“Los Angeles” by X has always been a controversial song because of its opening lines, which are explicitly racist and homophobic. What a lot of people don't realize is that singer Exene Cervenka isn't identifying personally with the racist woman in the song. She's just describing a type of person she met sometimes in Los Angeles.
I've met this type of person myself in big cities like New York and elsewhere. Even some of my own friends could fit into this type to some extent. You grow up in a smaller city somewhere and you think of yourself as anti-racist, anti-sexist, pro-LGBT etc. Then you go to the big city and it's much more tribal than you ever realized, with clear dividing lines between different groups and a general attitude of distrust and mild hostility. You aren't sure if you can feel safe or comfortable in any group other than the one you happen to be a member of. You aren't sure if there are neighborhoods where you wouldn't be welcome to go at all.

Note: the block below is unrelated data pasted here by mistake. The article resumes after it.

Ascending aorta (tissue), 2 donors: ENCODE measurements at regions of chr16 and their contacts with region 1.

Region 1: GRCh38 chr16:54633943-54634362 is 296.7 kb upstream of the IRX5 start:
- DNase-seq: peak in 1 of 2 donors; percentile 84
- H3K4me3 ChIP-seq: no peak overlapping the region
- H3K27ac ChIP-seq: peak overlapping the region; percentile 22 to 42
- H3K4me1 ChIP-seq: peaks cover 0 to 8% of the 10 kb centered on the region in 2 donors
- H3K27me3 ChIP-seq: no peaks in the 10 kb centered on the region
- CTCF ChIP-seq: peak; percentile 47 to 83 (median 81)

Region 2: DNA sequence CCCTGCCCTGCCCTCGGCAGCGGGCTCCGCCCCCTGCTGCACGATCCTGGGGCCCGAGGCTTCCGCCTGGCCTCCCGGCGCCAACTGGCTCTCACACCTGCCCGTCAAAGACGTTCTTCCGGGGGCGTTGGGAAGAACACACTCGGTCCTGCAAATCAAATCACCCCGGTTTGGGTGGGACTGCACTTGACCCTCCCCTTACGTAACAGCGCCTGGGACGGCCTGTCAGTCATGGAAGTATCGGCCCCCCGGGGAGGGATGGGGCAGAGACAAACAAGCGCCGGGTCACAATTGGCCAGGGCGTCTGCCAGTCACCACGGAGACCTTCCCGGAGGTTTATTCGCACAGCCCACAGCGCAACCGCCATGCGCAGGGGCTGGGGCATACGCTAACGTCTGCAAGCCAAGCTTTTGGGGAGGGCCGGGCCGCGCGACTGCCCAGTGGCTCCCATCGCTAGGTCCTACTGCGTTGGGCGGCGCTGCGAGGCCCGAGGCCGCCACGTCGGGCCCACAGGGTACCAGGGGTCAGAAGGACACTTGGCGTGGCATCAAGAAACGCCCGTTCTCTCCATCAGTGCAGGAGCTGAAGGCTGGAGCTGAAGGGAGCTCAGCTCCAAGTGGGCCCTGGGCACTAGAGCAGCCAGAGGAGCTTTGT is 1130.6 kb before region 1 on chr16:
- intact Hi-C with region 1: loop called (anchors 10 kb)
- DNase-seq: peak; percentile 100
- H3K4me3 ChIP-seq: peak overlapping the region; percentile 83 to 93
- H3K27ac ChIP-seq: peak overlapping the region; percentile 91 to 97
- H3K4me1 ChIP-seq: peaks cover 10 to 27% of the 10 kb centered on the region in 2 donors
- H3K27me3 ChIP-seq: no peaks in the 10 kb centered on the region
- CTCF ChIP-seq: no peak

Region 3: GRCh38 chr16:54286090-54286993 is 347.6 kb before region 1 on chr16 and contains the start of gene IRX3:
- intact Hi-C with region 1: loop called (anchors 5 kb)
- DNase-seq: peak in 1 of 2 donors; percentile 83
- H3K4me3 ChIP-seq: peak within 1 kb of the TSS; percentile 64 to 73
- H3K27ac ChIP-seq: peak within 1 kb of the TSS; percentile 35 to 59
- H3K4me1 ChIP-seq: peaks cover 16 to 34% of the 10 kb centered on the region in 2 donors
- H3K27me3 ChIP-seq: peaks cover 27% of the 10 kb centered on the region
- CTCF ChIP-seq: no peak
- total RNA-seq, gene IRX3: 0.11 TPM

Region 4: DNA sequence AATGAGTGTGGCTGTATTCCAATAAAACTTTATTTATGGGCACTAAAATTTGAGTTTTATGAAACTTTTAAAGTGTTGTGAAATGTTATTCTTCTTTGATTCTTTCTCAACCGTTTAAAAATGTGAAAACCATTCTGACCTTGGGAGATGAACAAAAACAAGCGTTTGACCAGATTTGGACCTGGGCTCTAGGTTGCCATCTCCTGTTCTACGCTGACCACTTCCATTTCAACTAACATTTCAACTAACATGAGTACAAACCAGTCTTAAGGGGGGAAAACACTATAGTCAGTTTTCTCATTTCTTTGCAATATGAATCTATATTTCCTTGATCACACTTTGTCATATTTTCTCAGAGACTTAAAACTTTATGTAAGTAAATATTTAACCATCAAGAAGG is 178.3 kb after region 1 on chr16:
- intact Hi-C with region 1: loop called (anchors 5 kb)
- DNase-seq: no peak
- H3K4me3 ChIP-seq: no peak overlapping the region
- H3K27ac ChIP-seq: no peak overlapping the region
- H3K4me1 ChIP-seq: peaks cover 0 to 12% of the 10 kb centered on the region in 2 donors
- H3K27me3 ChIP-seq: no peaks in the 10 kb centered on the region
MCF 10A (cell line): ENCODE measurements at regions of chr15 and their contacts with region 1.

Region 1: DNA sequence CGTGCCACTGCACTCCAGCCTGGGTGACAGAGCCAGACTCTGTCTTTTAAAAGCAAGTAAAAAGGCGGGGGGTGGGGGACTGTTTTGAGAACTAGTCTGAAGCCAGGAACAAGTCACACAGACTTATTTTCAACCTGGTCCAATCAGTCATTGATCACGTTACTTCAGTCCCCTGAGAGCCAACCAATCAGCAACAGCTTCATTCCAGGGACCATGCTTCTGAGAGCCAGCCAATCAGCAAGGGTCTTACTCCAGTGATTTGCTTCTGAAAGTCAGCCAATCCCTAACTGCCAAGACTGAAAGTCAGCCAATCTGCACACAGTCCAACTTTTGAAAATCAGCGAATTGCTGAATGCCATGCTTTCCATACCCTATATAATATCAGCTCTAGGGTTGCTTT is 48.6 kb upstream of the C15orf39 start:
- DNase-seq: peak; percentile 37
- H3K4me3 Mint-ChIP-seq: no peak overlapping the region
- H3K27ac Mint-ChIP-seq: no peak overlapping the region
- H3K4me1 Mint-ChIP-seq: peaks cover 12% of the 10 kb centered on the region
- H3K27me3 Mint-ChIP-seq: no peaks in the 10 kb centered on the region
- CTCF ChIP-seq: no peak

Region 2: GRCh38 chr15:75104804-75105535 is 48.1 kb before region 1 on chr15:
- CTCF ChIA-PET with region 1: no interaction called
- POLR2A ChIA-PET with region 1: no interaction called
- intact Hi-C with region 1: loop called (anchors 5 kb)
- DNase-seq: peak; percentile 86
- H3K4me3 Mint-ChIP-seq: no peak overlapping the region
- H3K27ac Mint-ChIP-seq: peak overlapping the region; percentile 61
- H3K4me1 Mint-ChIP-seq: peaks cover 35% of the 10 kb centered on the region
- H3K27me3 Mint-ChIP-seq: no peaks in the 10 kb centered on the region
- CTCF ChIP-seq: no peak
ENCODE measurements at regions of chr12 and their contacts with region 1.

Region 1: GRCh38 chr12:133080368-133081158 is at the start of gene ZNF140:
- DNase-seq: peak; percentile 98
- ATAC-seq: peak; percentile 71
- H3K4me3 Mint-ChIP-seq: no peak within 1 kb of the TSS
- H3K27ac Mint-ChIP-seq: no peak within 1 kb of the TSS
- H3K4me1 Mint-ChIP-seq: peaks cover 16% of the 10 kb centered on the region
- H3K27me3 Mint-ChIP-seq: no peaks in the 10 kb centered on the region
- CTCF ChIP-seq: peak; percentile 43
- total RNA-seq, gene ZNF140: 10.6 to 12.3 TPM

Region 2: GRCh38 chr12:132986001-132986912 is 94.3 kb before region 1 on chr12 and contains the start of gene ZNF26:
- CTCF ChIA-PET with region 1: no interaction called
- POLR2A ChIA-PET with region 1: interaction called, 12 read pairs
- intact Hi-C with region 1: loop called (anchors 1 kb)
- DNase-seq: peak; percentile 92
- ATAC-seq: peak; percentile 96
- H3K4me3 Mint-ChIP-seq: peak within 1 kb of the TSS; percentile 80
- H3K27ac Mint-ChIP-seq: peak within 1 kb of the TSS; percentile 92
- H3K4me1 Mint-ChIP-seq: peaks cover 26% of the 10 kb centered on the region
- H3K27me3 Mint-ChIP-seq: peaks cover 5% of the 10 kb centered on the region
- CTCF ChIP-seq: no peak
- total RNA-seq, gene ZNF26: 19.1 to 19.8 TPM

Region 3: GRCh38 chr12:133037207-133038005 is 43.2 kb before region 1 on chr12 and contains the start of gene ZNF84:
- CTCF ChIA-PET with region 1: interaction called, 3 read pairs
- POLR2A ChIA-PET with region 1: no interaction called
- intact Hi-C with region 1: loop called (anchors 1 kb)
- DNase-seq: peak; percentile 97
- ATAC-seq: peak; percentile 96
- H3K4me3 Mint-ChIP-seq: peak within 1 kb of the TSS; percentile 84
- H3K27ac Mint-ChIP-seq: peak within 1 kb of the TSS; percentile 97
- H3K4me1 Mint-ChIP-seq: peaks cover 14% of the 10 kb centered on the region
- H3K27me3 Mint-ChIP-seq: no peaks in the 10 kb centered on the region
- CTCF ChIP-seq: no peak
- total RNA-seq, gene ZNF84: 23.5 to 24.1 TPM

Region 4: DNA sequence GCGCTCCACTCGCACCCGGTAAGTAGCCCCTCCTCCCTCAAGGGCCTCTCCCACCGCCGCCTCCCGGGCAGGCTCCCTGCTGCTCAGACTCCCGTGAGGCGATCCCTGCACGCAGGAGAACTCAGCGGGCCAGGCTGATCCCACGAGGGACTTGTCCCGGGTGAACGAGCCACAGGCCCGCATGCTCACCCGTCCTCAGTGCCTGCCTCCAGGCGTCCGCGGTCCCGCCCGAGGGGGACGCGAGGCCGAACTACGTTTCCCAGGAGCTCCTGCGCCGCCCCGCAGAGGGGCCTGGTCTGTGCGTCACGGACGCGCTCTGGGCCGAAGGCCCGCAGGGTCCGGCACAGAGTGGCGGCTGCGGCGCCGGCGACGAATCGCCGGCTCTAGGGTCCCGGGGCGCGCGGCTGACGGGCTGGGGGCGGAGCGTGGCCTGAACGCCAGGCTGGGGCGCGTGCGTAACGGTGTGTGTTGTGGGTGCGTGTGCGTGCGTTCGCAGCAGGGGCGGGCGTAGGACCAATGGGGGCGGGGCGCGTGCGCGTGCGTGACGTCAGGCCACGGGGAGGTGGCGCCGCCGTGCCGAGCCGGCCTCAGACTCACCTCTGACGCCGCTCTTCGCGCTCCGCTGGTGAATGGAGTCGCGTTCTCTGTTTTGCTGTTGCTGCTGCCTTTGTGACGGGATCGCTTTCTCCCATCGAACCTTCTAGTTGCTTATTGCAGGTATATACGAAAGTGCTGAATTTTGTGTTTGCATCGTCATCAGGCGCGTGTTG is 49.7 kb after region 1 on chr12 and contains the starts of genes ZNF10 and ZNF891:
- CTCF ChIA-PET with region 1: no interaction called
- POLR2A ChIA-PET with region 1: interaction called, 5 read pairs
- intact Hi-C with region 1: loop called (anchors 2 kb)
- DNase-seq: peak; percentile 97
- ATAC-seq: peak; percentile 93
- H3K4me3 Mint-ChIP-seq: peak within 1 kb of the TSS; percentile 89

The culture around you is one in which a lot of people take stereotypes for granted. It might shock you at first, but little by little you start to participate in it. You start to tell jokes that would have shocked you back home. You start to see things in terms of “us vs them.”
And then, before you know it, you've morphed into a bigot. You might not even see it, but when you visit friends from back home, they see it right away. They want to know why you seem to have changed, and you ask yourself what happened.
The story of X's “Los Angeles” has a lot more clarity if you just take the first eleven words in isolation from the rest of the song, because they describe something that really happens to some people:
“She had to leave Los Angeles. She had started to hate...”